The problem comes if you try to apply for too many loans or lines of credit in a short space of time. This could have a negative impact on your company’s credit score.
The reason is that lenders will see multiple applications and assume that you’re finding it hard to get a loan or line of credit. They may make inquiries of their own, which could lower your credit score even further. Ultimately, your multiple applications end up making it even harder for you to get a loan.
This is why it’s so important to research a lender’s criteria before lodging an application. You want to feel as sure as possible that your application will get accepted so you don’t have to apply elsewhere. Lenders may take everything from your financial status to the type of business into account.
When comparing business loans, examine the criteria as well as the offer. You may find that a large money offer comes with criteria that you’re not confident of meeting. In such cases, it may be better to go with a lower offer for the more favourable criteria.
Tip #4 – Unsecured Business Loans vs. Secured Business Loans
The choice between a secured or unsecured loan is one of the most important that you’ll make.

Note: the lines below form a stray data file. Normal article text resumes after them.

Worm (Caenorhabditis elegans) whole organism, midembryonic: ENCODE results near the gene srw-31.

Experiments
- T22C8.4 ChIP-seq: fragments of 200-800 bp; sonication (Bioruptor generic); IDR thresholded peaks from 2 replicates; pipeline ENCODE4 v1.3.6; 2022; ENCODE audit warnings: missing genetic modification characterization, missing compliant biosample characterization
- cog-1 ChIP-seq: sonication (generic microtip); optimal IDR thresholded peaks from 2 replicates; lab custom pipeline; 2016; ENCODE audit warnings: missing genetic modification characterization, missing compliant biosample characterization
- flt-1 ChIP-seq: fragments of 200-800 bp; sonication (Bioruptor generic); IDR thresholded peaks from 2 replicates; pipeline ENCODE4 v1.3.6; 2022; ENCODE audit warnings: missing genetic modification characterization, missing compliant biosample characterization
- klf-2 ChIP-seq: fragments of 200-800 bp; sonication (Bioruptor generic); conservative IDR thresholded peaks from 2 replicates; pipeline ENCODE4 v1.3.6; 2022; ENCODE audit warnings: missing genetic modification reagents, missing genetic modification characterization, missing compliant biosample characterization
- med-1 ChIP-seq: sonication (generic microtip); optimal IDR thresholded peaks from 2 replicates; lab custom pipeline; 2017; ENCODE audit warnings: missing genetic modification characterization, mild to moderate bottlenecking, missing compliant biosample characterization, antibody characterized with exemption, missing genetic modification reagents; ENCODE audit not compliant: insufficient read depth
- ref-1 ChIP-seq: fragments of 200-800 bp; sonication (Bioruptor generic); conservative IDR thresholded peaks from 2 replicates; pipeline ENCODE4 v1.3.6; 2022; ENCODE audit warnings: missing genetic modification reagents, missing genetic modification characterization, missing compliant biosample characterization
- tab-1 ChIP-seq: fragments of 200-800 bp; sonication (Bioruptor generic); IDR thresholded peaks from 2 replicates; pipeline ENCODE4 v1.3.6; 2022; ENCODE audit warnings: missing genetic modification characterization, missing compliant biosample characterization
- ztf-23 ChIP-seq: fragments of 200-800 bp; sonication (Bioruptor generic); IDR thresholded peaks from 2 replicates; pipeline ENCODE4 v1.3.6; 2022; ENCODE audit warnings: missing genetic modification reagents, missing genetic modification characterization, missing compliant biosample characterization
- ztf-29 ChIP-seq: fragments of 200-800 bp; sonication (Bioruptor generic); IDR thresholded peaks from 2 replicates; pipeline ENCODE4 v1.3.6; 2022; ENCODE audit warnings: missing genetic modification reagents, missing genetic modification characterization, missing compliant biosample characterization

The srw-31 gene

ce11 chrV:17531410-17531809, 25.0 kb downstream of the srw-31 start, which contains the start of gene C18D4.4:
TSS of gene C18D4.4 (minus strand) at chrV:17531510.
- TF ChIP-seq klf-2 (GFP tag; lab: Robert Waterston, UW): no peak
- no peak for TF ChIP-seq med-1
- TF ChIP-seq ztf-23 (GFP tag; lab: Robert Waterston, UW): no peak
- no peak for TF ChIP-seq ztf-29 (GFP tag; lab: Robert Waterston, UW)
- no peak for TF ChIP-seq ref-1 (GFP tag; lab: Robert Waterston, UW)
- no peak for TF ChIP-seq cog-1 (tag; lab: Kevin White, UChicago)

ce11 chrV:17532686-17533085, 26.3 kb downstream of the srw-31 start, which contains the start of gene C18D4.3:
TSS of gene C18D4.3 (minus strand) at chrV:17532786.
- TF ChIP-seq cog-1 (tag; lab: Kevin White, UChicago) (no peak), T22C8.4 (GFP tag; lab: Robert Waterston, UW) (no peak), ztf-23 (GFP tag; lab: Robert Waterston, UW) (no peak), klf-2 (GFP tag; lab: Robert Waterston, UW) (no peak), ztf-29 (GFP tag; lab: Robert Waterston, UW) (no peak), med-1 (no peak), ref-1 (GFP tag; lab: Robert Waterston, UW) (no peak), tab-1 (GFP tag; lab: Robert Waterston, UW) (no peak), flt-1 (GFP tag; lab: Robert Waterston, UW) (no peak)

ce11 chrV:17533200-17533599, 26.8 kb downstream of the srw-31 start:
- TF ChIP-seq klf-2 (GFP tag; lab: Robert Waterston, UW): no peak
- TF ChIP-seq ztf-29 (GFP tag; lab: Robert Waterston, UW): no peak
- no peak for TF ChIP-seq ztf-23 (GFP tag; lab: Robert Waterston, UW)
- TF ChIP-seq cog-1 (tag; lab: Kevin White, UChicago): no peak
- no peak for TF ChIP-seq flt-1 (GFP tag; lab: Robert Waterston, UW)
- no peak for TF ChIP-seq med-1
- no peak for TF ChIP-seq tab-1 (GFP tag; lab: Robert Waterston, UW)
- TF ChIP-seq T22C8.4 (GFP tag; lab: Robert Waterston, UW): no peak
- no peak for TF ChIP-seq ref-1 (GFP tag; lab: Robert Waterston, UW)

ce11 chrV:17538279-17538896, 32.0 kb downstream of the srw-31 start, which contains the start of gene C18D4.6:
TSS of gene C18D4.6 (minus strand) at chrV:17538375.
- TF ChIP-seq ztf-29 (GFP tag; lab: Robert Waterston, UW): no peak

To make the right choice, you need to know what you’re getting with each loan type.
Secured loans are the most familiar and they’re what the major lenders will offer. Typically, they involve you placing an asset that you own up as security on the loan. For example, you may use your business premises as security for a small business loan.
Of course, this means the asset gets placed at risk if you default on the loan. However, that added security also increases the lender’s confidence. As a result, you may find that this type of business loan comes with a lower interest rate and more favourable terms.
With an unsecured loan, you don’t have to place an asset up as security on the loan. This makes the loan ideal for new businesses or those that don’t want to risk losing valuable assets.
Of course, not having an asset as security increases your risk as a borrower. This typically manifests in higher interest rates and restrictions on the amount you can borrow. However, these issues often depend on the strength of the business.
It’s crucial that you consider your business’ circumstances before choosing which of these loan types to go for. Each has its own pros and cons and you’ll usually find that one’s more suitable for your business than the other.
Choose Your Business Loan
With these tips, you now have a better idea of how to compare business loans.
The key is that you always consider your company’s circumstances before making your choice. A loan product that works for one business may not work for yours.
Perhaps you’ve decided that an unsecured business loan is right for your company. That’s where we can help you.
With Unsecured Finance Australia, you can access loans of up to $300,000. We also offer flexible repayment periods and can provide approval within 24 hours.
Are you ready to get started?
Apply online today to find out if you’re eligible for one of our unsecured business loans.